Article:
In 1973, the most notable thing about the Ottawa press gallery office was that it wasn’t notable.
Parliament sat until 10 o’clock at night. Reporters had to stay in the building to get the stories. One night, a press release came to the office, and a Canadian Press reporter noticed it seemed to be missing a line. It was late, but she called the office of the minister to flesh out the story. Marc Lalonde, the minister at the time, answered the phone.
“Well, I’m the minister, I guess I should be able to answer your question, but I don’t have the information,” said Lalonde. He looked up the information and passed it on. Lalonde was annoyed by the call – not because a journalist reached him, but because the press release was missing information that should have been included.
The most remarkable part of that evening was the view of the Ottawa River. The most remarkable part of that story today is that a minister answered the phone.
Reporting on politics has changed drastically since then. Reporting on policy remains complex, but the speed with which information travels, and the ability for anyone to have a website or Twitter account, means there has been a shift in political reporting.
“You can go to any website you want to and get what you agree with,” says Brian Gabrial, professor emeritus of journalism history at Concordia. “Just like in the 1800s you could find a newspaper you agreed with.”
Journalists today must carve out a market for themselves in the age of the new electronic partisan press.
The printing press came to Nova Scotia in 1751. In a small shop on Grafton Street, John Bushnell on March 23, 1752 printed the first issue of the Halifax Gazette. He set the copy in Caslon type, smoothed and applied the ink, pressed the damp pages and let them dry. It was time-consuming and expensive work; debt dogged Bushnell’s life in Halifax.
When the industry first started, printers created newspapers. These men relied on what business came to them. Advertising helped keep the candles lit, but the main source of income was government subsidies and printing government content. Printers sometimes had owners who were politicians.
The business model of the press in the early days looked like the business model of the marketing companies involved in the Liberal sponsorship scandal. Except that it wasn’t a scandal, just how business was done. It was the era of the partisan press.
The Internet has created a new partisan press. Bulky, clunky printing presses are no longer required to share information. To create and share information today requires a cell phone, some free time and a bit of WiFi. Anyone can create a Twitter account, Facebook page or YouTube channel. Having a website costs less than $20 a month.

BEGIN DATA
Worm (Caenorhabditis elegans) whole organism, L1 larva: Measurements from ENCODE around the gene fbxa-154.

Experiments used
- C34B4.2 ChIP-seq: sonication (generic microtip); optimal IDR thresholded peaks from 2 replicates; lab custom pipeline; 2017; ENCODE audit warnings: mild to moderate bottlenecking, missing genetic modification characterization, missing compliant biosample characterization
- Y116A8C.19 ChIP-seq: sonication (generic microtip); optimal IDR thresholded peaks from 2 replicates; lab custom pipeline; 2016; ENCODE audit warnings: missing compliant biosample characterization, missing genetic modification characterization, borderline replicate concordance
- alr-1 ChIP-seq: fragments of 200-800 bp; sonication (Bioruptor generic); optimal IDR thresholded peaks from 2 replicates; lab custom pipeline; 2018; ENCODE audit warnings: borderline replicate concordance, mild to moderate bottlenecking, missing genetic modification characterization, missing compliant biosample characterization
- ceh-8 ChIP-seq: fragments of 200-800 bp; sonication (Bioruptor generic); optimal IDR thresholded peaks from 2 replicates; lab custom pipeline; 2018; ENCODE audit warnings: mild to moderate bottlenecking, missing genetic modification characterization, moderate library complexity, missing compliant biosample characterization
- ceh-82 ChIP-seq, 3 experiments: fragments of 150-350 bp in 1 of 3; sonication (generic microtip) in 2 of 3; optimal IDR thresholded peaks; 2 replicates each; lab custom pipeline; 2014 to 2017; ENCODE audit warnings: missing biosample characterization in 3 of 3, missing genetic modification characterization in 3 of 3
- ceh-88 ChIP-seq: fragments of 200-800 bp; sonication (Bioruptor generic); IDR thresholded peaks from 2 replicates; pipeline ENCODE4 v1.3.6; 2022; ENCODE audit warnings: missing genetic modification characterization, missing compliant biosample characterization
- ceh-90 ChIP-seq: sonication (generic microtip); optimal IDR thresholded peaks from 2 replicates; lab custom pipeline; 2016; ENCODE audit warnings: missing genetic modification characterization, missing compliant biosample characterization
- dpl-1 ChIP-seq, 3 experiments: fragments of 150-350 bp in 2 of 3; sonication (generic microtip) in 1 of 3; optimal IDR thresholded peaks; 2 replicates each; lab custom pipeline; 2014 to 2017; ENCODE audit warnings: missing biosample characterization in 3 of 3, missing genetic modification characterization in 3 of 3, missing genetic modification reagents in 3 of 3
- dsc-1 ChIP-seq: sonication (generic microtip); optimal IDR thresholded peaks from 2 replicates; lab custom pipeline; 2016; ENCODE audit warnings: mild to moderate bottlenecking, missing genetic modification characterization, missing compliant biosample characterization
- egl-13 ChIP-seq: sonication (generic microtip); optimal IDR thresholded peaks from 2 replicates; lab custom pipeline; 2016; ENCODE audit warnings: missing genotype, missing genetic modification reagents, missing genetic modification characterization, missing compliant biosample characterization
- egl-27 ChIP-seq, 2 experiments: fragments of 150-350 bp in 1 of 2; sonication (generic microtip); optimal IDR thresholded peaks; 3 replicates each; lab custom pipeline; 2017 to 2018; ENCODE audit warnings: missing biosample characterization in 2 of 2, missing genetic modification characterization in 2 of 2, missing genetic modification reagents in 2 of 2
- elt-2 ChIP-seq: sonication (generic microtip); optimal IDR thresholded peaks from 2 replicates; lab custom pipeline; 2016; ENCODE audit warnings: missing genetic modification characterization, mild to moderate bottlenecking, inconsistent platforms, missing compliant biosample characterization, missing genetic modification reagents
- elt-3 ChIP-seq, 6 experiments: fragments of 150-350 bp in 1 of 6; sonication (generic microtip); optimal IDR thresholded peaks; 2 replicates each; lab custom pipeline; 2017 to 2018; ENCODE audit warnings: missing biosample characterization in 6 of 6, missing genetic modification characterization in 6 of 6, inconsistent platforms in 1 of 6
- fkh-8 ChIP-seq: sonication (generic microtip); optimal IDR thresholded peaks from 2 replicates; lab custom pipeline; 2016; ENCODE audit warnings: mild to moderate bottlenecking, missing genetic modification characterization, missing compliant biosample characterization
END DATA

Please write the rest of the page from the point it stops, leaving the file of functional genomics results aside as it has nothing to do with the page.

Electronic platforms have replaced paper. Online it’s harder to tell what is news and what is partisan. A well-made website gives even the craziest ideas a veneer of legitimacy. Anyone with an Internet connection can find whatever information they desire. If someone wants fact-driven, unbiased reporting, they can get it. If they want fact-flexible, biased reporting to confirm a belief they have, well, they can get that too.
Michelle Rempel is sitting on the floor in front of a couch. She looks down at her lap, sighs and then looks into the camera before speaking. She’s making a video for her YouTube channel. Her YouTube channel has 20,000 followers. The National Post has 22,000.
Politicians used to rely on journalists to get their message out. Granting interviews, appearing on talk shows, message discipline, giving information on background – aka leaking – were the tools politicians relied on to be heard and understood. How the message was received and told was at the discretion of the journalist.
Things have changed. “I now also have a direct platform to the public that I didn’t have when I was first elected,” says Rempel, M.P. for Calgary-Nose Hill.
Creating content for a platform, and the need to control the message, is part of the reason the communications profession has exploded. According to Statistics Canada, in 1991 there were 23,780 communications professionals in Canada. In 2011, when Rempel was first elected, there were 54,605. In 2017, there were 131,900.